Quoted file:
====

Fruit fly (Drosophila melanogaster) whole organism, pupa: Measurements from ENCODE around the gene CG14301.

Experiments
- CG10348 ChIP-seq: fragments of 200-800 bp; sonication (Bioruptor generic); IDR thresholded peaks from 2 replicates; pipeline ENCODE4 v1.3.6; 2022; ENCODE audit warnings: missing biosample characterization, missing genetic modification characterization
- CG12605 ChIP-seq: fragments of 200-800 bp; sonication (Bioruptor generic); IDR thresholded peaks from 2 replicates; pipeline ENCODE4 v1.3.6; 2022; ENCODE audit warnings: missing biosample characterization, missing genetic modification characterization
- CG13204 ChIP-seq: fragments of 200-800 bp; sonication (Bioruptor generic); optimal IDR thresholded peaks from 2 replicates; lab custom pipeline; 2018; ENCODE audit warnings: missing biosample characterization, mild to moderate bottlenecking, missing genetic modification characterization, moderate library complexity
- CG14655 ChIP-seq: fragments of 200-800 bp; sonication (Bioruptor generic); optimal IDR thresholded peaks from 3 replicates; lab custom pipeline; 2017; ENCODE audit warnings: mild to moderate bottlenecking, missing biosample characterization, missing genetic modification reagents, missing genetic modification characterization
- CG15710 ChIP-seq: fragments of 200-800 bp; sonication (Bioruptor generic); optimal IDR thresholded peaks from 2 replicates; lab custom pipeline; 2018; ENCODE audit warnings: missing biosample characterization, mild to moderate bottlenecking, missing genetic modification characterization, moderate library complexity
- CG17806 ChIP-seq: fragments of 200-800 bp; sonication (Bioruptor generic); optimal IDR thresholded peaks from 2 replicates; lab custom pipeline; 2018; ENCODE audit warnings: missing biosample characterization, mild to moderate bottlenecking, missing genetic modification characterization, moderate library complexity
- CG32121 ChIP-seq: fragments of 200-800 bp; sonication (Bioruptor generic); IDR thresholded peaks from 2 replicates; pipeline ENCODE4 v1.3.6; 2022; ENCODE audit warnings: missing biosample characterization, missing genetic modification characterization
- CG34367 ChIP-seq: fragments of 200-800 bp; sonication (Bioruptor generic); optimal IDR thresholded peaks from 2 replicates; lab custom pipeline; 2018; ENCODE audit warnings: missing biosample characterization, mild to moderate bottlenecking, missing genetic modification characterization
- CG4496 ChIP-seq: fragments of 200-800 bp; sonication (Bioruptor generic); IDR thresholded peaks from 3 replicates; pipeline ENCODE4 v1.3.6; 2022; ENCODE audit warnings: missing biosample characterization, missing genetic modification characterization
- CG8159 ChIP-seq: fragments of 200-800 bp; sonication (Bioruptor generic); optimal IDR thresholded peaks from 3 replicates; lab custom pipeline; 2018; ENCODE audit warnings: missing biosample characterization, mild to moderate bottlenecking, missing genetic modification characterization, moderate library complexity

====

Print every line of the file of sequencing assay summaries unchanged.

Fruit fly (Drosophila melanogaster) whole organism, pupa: Measurements from ENCODE around the gene CG14301.

Experiments
- CG10348 ChIP-seq: fragments of 200-800 bp; sonication (Bioruptor generic); IDR thresholded peaks from 2 replicates; pipeline ENCODE4 v1.3.6; 2022; ENCODE audit warnings: missing biosample characterization, missing genetic modification characterization
- CG12605 ChIP-seq: fragments of 200-800 bp; sonication (Bioruptor generic); IDR thresholded peaks from 2 replicates; pipeline ENCODE4 v1.3.6; 2022; ENCODE audit warnings: missing biosample characterization, missing genetic modification characterization
- CG13204 ChIP-seq: fragments of 200-800 bp; sonication (Bioruptor generic); optimal IDR thresholded peaks from 2 replicates; lab custom pipeline; 2018; ENCODE audit warnings: missing biosample characterization, mild to moderate bottlenecking, missing genetic modification characterization, moderate library complexity
- CG14655 ChIP-seq: fragments of 200-800 bp; sonication (Bioruptor generic); optimal IDR thresholded peaks from 3 replicates; lab custom pipeline; 2017; ENCODE audit warnings: mild to moderate bottlenecking, missing biosample characterization, missing genetic modification reagents, missing genetic modification characterization
- CG15710 ChIP-seq: fragments of 200-800 bp; sonication (Bioruptor generic); optimal IDR thresholded peaks from 2 replicates; lab custom pipeline; 2018; ENCODE audit warnings: missing biosample characterization, mild to moderate bottlenecking, missing genetic modification characterization, moderate library complexity
- CG17806 ChIP-seq: fragments of 200-800 bp; sonication (Bioruptor generic); optimal IDR thresholded peaks from 2 replicates; lab custom pipeline; 2018; ENCODE audit warnings: missing biosample characterization, mild to moderate bottlenecking, missing genetic modification characterization, moderate library complexity
- CG32121 ChIP-seq: fragments of 200-800 bp; sonication (Bioruptor generic); IDR thresholded peaks from 2 replicates; pipeline ENCODE4 v1.3.6; 2022; ENCODE audit warnings: missing biosample characterization, missing genetic modification characterization
- CG34367 ChIP-seq: fragments of 200-800 bp; sonication (Bioruptor generic); optimal IDR thresholded peaks from 2 replicates; lab custom pipeline; 2018; ENCODE audit warnings: missing biosample characterization, mild to moderate bottlenecking, missing genetic modification characterization
- CG4496 ChIP-seq: fragments of 200-800 bp; sonication (Bioruptor generic); IDR thresholded peaks from 3 replicates; pipeline ENCODE4 v1.3.6; 2022; ENCODE audit warnings: missing biosample characterization, missing genetic modification characterization
- CG8159 ChIP-seq: fragments of 200-800 bp; sonication (Bioruptor generic); optimal IDR thresholded peaks from 3 replicates; lab custom pipeline; 2018; ENCODE audit warnings: missing biosample characterization, mild to moderate bottlenecking, missing genetic modification characterization, moderate library complexity